The Easternmost House by Juliet Blaxland
Juliet Blaxland lives on a crumbling cliff top on the east coast of Suffolk. The Easternmost House will soon crumble into the sea. This book describes a year living on the edge: a meditation on nature, on coastal erosion, on impermanence and on the changing seasons.
Ghost Trees by Bob Gilbert
How to Catch a Mole by Marc Hamer
A life-affirming book about the British countryside, the cycle of nature, solitude and contentment, through the prism of a brilliant new nature writer’s experience working as a traditional mole-catcher, and why he gave it up.
Landfill by Tim Dee
Lanny by Max Porter
Our Place by Mark Cocker
Our Place is a radical examination of Britain’s relationship with the land, by one of our greatest nature writers.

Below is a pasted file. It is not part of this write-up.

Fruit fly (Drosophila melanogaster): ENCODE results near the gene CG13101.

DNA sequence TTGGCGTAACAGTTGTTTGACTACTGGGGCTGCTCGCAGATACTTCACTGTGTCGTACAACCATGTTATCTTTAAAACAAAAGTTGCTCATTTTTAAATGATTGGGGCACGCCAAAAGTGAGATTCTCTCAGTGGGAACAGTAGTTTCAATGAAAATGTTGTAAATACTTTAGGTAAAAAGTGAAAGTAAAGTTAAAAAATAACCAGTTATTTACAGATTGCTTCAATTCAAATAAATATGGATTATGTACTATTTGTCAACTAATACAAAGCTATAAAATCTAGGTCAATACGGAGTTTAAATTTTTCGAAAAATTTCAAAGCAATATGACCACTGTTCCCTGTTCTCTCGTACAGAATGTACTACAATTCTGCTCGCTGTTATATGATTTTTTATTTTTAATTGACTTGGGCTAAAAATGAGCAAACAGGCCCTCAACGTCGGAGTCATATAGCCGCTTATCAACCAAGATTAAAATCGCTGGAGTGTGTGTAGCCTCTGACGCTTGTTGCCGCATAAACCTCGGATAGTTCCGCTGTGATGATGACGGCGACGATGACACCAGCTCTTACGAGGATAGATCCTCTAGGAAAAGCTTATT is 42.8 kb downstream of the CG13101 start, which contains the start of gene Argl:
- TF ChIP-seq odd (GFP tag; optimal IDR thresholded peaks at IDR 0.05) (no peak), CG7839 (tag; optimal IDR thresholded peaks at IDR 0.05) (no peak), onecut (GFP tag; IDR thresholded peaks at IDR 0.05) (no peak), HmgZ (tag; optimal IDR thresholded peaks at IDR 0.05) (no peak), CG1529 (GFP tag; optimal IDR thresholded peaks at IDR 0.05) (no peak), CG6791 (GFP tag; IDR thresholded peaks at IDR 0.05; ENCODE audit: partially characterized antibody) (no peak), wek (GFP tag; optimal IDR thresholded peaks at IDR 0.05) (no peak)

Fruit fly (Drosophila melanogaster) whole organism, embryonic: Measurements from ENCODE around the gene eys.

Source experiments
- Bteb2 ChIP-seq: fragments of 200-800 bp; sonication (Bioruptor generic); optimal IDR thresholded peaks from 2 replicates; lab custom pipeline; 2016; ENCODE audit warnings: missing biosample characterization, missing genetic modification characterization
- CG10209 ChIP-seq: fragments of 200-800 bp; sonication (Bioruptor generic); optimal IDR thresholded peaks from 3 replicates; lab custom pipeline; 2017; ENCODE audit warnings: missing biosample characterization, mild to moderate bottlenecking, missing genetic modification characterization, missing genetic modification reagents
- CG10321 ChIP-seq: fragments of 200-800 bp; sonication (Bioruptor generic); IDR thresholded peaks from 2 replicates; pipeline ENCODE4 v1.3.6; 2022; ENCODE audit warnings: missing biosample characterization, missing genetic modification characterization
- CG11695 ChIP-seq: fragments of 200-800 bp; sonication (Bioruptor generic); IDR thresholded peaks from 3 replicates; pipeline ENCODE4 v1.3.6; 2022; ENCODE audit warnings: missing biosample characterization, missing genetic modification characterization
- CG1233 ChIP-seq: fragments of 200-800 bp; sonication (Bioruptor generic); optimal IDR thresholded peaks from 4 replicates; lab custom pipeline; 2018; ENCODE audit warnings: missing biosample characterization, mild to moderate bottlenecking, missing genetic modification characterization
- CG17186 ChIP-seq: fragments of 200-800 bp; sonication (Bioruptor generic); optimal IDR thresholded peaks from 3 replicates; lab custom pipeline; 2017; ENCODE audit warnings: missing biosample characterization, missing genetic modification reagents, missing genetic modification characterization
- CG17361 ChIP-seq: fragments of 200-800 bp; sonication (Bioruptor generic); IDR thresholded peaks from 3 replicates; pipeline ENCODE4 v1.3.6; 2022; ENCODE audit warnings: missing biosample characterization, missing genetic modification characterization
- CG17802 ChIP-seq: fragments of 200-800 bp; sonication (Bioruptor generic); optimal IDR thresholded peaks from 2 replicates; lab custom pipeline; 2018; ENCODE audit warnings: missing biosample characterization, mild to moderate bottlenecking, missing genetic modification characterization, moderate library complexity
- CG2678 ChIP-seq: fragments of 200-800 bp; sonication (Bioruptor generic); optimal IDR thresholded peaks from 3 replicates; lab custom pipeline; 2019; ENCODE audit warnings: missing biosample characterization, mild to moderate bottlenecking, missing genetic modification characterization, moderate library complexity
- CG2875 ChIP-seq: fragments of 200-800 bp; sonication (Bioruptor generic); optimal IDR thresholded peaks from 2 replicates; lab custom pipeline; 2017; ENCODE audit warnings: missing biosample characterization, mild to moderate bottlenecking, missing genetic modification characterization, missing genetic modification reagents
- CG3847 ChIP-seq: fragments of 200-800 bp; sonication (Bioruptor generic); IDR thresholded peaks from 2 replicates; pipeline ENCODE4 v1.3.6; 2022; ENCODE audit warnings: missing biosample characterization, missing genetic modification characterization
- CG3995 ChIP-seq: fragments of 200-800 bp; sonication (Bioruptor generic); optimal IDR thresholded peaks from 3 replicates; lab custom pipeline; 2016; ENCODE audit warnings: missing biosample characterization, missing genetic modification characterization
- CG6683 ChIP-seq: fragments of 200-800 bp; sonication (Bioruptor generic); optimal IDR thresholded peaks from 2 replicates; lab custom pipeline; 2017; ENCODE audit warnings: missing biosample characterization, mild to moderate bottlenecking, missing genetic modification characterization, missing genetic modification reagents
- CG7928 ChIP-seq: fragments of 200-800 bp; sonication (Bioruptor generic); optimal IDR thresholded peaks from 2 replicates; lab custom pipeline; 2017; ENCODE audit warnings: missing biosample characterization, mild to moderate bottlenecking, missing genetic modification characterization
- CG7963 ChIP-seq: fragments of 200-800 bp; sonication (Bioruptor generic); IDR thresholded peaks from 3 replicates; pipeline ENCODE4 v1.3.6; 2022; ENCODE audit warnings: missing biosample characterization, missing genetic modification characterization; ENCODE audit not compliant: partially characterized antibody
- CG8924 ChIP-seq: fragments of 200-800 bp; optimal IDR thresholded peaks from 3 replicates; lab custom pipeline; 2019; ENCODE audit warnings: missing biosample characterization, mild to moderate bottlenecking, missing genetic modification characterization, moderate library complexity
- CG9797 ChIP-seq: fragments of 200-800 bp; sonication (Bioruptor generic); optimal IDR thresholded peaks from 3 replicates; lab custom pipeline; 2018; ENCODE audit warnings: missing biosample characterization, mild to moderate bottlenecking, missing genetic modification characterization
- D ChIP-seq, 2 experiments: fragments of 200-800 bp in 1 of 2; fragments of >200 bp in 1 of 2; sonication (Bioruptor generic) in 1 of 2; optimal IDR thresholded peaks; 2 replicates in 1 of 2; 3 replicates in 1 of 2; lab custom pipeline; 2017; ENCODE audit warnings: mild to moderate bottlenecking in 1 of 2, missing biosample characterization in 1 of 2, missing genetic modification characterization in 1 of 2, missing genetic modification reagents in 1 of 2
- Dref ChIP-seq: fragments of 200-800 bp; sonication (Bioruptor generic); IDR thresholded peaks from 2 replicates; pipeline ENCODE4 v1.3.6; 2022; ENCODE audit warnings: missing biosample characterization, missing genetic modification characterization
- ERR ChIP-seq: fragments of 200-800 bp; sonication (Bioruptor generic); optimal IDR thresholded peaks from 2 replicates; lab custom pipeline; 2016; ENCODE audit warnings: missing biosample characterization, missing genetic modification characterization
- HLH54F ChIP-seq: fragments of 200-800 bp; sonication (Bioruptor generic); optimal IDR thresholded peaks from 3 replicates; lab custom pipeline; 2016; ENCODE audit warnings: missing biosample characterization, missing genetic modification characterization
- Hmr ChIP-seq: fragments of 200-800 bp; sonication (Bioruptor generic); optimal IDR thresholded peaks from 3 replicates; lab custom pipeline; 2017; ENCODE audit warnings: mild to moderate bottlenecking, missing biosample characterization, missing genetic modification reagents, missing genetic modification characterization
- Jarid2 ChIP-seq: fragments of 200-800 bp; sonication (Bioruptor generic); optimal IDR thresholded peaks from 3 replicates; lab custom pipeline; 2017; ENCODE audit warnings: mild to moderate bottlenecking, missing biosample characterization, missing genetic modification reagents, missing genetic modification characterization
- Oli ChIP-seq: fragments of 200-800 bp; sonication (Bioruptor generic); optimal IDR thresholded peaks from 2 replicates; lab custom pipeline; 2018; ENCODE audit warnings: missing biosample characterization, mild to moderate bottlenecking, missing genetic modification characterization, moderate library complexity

Out of the Woods by Luke Turner
Dazzling, devastating and highly original, this memoir is about the irresistible yet double-edged potency of the forest, and the possibility of learning to find peace in the grey areas of life.
The Stopping Places by Damian Le Bas
In a bid to better understand his heritage, Damian sets out on a journey to discover the stopping places – the old encampment sites known only to Travellers.
Thinking on My Feet by Kate Humble
Time Song by Julia Blackburn
Underland by Robert Macfarlane
Wild Woman Swimming by Lynne Roper
West Country paramedic Lynne Roper began swimming outdoors after recovering from breast cancer. For the next five years, until her death, Lynne kept a journal of her adventures in over sixty places across Dartmoor and the Devon coasts. This is a book for walkers, nature lovers and wild swimmers alike.